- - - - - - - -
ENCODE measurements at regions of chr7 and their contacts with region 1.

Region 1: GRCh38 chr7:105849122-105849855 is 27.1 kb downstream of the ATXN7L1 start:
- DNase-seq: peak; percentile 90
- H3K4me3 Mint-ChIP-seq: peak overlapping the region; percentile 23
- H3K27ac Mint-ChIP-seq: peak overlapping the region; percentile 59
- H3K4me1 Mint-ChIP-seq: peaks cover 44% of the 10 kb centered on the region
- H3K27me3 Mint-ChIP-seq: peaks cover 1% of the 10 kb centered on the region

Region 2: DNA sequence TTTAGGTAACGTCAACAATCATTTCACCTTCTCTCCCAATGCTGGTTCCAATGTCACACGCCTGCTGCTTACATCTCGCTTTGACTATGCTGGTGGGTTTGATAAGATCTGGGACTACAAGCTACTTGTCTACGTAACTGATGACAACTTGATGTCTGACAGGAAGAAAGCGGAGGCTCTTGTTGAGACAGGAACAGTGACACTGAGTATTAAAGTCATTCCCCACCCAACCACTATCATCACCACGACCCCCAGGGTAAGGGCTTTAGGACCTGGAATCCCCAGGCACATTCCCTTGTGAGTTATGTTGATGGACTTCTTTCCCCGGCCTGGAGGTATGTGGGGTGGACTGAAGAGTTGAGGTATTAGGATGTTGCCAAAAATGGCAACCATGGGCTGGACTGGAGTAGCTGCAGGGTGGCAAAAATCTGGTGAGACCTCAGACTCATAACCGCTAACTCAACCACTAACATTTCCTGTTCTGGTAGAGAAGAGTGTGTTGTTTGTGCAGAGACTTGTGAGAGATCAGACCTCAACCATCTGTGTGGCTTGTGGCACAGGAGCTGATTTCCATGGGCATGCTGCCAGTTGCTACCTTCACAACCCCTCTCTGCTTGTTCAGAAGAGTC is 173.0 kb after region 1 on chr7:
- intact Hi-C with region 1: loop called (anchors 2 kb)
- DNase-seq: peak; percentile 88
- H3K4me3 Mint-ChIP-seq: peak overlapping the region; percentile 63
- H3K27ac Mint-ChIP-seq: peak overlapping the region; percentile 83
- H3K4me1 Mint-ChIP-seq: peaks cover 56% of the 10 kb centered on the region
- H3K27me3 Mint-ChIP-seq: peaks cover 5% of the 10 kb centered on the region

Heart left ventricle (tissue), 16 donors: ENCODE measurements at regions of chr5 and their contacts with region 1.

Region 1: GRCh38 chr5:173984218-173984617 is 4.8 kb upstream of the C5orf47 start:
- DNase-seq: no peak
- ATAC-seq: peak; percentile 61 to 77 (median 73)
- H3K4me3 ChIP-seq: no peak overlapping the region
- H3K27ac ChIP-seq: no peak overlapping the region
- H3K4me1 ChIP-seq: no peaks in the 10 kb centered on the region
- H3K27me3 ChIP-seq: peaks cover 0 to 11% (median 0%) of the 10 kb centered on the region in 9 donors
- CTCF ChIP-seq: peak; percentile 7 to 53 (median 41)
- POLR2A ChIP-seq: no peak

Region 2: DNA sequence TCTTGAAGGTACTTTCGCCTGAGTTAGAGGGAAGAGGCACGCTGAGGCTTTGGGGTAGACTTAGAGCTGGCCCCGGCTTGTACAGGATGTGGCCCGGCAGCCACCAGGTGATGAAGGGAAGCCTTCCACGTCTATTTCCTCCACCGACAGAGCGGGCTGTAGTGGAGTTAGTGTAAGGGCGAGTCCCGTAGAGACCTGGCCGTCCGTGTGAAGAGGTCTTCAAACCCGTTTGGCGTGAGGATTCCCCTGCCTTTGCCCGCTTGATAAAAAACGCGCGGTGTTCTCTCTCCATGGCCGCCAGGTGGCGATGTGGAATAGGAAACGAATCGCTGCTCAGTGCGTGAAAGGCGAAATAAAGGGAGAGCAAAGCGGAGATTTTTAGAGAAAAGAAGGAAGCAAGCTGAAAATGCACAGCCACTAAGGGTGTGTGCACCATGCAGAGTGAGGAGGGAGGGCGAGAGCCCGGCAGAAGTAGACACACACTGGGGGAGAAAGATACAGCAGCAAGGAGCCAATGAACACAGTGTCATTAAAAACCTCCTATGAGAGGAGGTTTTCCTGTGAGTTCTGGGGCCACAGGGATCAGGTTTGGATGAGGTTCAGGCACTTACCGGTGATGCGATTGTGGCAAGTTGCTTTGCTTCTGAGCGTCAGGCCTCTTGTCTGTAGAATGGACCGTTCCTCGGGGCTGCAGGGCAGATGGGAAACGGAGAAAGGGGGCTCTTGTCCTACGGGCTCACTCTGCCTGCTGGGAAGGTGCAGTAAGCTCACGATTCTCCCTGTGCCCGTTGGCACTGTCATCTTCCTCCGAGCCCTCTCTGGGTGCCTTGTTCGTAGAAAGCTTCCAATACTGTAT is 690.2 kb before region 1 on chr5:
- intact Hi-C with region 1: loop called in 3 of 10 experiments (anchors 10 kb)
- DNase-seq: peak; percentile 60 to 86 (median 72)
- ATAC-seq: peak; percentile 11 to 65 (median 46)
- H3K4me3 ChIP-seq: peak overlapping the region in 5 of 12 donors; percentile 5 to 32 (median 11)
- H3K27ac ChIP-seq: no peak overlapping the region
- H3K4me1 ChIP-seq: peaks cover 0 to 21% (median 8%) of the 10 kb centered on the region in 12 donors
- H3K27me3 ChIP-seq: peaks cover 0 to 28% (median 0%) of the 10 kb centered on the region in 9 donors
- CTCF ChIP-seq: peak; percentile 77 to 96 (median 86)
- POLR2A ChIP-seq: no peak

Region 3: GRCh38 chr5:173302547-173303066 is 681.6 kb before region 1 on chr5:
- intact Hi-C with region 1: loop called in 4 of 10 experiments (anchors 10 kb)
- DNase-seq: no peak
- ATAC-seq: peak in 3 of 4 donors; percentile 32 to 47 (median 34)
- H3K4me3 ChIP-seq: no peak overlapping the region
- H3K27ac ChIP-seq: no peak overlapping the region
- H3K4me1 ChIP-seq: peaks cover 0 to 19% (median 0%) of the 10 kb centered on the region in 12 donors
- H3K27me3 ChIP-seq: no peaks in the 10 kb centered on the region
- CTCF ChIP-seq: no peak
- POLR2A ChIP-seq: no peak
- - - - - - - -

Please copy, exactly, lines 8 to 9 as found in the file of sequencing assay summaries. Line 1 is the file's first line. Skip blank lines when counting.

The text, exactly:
Region 2: DNA sequence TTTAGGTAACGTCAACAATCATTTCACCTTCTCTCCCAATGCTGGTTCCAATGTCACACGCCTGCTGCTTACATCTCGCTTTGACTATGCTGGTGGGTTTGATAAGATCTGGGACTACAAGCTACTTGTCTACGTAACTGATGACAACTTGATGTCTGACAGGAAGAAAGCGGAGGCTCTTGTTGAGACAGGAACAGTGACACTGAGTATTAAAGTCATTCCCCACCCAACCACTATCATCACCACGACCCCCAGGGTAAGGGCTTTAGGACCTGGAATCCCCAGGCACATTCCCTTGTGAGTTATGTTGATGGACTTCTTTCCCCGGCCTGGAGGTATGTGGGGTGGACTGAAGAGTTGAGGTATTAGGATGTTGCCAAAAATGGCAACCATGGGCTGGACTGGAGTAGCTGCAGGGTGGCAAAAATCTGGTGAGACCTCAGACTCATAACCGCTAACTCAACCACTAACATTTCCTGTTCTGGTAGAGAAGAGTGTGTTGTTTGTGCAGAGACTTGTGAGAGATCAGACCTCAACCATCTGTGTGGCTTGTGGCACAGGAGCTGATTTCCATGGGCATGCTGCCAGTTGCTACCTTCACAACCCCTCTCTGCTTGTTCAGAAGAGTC is 173.0 kb after region 1 on chr7:
- intact Hi-C with region 1: loop called (anchors 2 kb)